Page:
The claimant also stated that regard should be had to the NHS Constitution which included at principle 5 "The NHS works across organisational boundaries in partnership with other organisations in the interests of patients…The NHS is an integrated system of organisations and services bound together…The NHS is committed to working jointly with other local authorities' services, other public sector organisations and a wide range of private and voluntary sector organisations…" . It was accepted at the Hearing that the NHS Constitution was not in place at the time of the contract and so it was held that the PCT was not bound by principle 5.

The Judge therefore held that para 16 of Schedule 3 to the NHS Act, and the NHS Constitution were therefore not applicable.  Nevertheless, the claimant submitted the wording of s83 of the NHS Act to provide or secure the provision of services went beyond merely arranging them (as held in the cases of Armes v Nottinghamshire County Council [2017] UKSC 60 (a case of the Local Authority 'arranging' foster care) ,Myton v Woods (1979) LGR 28 ('arranging' school transport) and that it was a duty to perform.

The defendant submitted that the statutory duty clearly defined to provide or to secure. The PCT was expressly given the power to make arrangements for the service to be provided by others, including contractual arrangements. It was rejected that there was any requirement to perform as suggested by the claimant. As a result, the duty was no more than a duty to arrange for services to be provided, which it did by contracting the company by virtue of the 2006 contract. It was also pointed out that if the claimant was correct that the NHS had a non-delegable duty of care, then this would apply to a wider range of care providers, to include dentists and ophthalmologists and that in all cases, the NHS would become an insurer of last resort.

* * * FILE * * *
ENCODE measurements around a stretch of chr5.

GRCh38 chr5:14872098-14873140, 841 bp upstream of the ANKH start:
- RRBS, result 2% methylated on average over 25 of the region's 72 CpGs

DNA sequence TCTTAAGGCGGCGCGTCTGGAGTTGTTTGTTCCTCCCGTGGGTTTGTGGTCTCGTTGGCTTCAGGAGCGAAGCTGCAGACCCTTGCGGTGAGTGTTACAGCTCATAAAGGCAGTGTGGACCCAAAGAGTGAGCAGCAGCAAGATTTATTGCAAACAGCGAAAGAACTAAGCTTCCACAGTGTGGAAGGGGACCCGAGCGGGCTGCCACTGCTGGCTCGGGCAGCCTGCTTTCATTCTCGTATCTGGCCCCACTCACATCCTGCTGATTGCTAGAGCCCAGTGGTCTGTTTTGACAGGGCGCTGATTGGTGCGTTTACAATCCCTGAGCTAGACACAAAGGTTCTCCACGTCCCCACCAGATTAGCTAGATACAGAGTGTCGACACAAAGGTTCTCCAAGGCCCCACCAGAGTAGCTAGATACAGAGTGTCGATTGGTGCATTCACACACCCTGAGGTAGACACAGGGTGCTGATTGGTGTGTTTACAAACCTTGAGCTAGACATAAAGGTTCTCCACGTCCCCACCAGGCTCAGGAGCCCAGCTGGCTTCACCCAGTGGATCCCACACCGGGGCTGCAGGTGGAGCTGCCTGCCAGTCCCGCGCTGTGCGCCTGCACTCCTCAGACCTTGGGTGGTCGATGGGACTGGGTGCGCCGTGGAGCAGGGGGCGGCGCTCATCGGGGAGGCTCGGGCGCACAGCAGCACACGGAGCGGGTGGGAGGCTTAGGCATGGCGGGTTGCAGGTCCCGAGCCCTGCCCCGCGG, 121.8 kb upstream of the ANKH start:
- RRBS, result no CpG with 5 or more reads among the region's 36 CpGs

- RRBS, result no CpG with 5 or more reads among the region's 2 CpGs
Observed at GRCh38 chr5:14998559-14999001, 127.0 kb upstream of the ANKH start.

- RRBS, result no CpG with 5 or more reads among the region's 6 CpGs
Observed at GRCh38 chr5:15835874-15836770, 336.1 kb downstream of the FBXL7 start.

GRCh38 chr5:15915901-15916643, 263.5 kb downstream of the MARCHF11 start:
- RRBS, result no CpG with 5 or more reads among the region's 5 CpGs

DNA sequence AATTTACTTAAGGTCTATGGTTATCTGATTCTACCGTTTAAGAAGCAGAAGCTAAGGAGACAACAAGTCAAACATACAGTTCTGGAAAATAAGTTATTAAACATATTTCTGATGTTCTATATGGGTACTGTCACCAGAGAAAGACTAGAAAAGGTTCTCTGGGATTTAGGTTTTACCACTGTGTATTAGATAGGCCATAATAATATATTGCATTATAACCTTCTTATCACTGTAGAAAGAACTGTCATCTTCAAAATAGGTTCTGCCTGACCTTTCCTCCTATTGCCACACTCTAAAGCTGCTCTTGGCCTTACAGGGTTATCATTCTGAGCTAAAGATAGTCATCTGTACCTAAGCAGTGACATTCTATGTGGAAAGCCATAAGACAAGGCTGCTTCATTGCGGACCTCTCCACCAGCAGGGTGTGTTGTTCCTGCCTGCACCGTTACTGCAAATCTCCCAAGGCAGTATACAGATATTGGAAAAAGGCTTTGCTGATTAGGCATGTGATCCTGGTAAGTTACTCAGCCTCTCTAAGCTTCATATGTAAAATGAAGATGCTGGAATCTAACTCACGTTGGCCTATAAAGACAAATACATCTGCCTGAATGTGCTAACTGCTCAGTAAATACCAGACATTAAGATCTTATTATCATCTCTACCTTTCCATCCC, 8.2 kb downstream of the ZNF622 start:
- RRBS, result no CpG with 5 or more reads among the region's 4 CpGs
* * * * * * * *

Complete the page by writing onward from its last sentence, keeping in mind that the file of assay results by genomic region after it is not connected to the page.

The Judge held that the statutory framework did not impose on the PCT a non-delegable duty of care. The Act requires the PCT to provide or secure the provision of services. This duty can be discharged by the PCT providing the medical services, or by the PCT securing the provision of services by contracting with another provider. As a result, the PCT utilised the statutory power to secure services from another provider. In so far as the PCT took reasonable care in selecting the contractor, it had no liability for the manner in which the service was performed.


In following the GP's automated telephone advice to attend the out of hours clinic, the claimant's grandmother was unknowingly attending a service which was not operated by the NHS. If she had taken the claimant to the Emergency Department at the local hospital, there would be no doubt that any treatment would be covered by indemnity that the hospital would have had with NHS Resolution.

This case is a clear warning to litigators that arguing a non-delegable duty of care is not a 'catch all' allegation as perhaps it would be hoped. The NHS does have complex commissioning arrangements and litigators in this field need to have a good understanding of how they operate.